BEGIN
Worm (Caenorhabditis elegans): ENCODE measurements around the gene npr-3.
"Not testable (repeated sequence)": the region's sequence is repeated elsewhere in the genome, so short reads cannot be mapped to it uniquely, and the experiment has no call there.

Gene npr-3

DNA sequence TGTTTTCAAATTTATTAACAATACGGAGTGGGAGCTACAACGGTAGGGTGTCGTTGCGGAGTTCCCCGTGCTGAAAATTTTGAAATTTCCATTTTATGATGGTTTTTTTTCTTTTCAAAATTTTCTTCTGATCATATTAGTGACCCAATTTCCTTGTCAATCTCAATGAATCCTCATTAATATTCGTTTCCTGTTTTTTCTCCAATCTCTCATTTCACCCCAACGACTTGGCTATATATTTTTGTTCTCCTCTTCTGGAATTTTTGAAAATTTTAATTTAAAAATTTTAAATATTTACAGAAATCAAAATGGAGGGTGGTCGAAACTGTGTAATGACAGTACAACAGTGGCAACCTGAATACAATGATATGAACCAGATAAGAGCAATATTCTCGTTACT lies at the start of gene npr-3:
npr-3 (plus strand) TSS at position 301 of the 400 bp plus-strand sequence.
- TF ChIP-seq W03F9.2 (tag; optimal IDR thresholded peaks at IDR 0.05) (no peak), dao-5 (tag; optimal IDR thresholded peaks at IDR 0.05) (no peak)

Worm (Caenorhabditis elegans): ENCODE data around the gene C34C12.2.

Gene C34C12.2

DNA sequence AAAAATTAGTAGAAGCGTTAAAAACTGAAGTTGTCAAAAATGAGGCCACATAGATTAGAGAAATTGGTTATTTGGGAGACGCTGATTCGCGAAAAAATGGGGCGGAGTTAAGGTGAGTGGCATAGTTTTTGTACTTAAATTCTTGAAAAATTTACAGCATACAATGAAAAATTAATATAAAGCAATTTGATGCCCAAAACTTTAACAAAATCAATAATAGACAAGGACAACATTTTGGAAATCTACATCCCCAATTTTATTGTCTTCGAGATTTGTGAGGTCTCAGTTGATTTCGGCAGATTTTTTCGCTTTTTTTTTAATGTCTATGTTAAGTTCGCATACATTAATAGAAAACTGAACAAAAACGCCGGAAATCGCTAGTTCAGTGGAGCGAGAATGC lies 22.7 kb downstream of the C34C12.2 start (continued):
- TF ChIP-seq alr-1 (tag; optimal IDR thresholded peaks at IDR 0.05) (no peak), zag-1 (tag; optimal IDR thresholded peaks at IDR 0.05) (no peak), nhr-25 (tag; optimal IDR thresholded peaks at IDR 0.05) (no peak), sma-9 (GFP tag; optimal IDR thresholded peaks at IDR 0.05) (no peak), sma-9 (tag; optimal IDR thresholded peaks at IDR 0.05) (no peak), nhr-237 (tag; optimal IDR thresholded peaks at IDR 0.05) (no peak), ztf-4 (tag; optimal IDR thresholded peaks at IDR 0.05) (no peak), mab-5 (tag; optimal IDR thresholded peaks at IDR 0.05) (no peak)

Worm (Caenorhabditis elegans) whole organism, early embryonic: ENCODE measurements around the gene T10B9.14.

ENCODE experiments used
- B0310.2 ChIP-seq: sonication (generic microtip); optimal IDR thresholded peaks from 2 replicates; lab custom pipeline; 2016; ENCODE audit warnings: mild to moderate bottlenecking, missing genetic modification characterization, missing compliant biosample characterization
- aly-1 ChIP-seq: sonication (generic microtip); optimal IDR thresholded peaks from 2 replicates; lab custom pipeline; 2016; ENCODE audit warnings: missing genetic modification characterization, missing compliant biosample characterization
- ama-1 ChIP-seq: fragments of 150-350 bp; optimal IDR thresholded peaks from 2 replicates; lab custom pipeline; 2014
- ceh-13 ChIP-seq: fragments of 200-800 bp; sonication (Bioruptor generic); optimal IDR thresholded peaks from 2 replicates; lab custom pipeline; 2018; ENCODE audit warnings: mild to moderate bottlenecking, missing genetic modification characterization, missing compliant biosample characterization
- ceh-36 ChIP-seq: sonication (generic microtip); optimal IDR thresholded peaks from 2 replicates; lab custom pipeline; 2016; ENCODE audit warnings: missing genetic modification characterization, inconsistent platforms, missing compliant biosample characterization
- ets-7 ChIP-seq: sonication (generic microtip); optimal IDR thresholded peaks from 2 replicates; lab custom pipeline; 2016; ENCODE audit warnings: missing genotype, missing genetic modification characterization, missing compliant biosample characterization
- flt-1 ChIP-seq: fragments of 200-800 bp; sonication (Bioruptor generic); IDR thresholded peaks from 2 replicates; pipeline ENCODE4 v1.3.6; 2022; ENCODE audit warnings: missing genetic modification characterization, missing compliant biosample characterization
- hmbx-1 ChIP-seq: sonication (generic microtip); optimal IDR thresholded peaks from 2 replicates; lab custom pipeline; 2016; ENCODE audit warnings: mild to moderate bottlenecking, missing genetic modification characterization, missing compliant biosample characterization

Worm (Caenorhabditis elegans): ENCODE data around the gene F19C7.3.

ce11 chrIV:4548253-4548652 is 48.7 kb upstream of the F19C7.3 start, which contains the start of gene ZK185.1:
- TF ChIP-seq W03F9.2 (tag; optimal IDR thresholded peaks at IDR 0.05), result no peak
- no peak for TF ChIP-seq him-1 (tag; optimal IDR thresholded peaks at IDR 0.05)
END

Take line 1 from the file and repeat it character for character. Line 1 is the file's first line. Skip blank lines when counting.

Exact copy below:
Worm (Caenorhabditis elegans): ENCODE measurements around the gene npr-3.